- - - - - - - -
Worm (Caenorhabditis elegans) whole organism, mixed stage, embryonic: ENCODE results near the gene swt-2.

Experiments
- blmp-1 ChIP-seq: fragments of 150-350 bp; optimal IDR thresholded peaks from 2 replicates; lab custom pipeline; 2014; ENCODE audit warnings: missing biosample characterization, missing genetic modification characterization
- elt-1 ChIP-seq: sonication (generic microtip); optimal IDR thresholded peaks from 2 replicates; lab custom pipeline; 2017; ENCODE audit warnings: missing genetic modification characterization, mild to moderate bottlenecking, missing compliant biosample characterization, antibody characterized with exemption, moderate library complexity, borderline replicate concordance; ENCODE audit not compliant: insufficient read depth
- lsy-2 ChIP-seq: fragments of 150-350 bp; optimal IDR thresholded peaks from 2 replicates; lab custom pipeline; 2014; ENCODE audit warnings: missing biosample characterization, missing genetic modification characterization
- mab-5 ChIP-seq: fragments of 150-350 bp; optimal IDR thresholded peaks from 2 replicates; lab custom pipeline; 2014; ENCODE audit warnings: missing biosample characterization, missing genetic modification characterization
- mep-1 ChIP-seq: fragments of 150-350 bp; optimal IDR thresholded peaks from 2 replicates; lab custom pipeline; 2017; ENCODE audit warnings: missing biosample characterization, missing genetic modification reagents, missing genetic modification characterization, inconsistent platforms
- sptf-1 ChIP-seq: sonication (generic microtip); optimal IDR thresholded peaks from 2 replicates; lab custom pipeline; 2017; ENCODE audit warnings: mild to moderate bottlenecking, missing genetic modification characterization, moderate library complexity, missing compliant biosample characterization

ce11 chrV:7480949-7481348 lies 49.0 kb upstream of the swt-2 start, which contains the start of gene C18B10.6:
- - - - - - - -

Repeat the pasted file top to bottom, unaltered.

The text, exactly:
Worm (Caenorhabditis elegans) whole organism, mixed stage, embryonic: ENCODE results near the gene swt-2.

Experiments
- blmp-1 ChIP-seq: fragments of 150-350 bp; optimal IDR thresholded peaks from 2 replicates; lab custom pipeline; 2014; ENCODE audit warnings: missing biosample characterization, missing genetic modification characterization
- elt-1 ChIP-seq: sonication (generic microtip); optimal IDR thresholded peaks from 2 replicates; lab custom pipeline; 2017; ENCODE audit warnings: missing genetic modification characterization, mild to moderate bottlenecking, missing compliant biosample characterization, antibody characterized with exemption, moderate library complexity, borderline replicate concordance; ENCODE audit not compliant: insufficient read depth
- lsy-2 ChIP-seq: fragments of 150-350 bp; optimal IDR thresholded peaks from 2 replicates; lab custom pipeline; 2014; ENCODE audit warnings: missing biosample characterization, missing genetic modification characterization
- mab-5 ChIP-seq: fragments of 150-350 bp; optimal IDR thresholded peaks from 2 replicates; lab custom pipeline; 2014; ENCODE audit warnings: missing biosample characterization, missing genetic modification characterization
- mep-1 ChIP-seq: fragments of 150-350 bp; optimal IDR thresholded peaks from 2 replicates; lab custom pipeline; 2017; ENCODE audit warnings: missing biosample characterization, missing genetic modification reagents, missing genetic modification characterization, inconsistent platforms
- sptf-1 ChIP-seq: sonication (generic microtip); optimal IDR thresholded peaks from 2 replicates; lab custom pipeline; 2017; ENCODE audit warnings: mild to moderate bottlenecking, missing genetic modification characterization, moderate library complexity, missing compliant biosample characterization

ce11 chrV:7480949-7481348 lies 49.0 kb upstream of the swt-2 start, which contains the start of gene C18B10.6: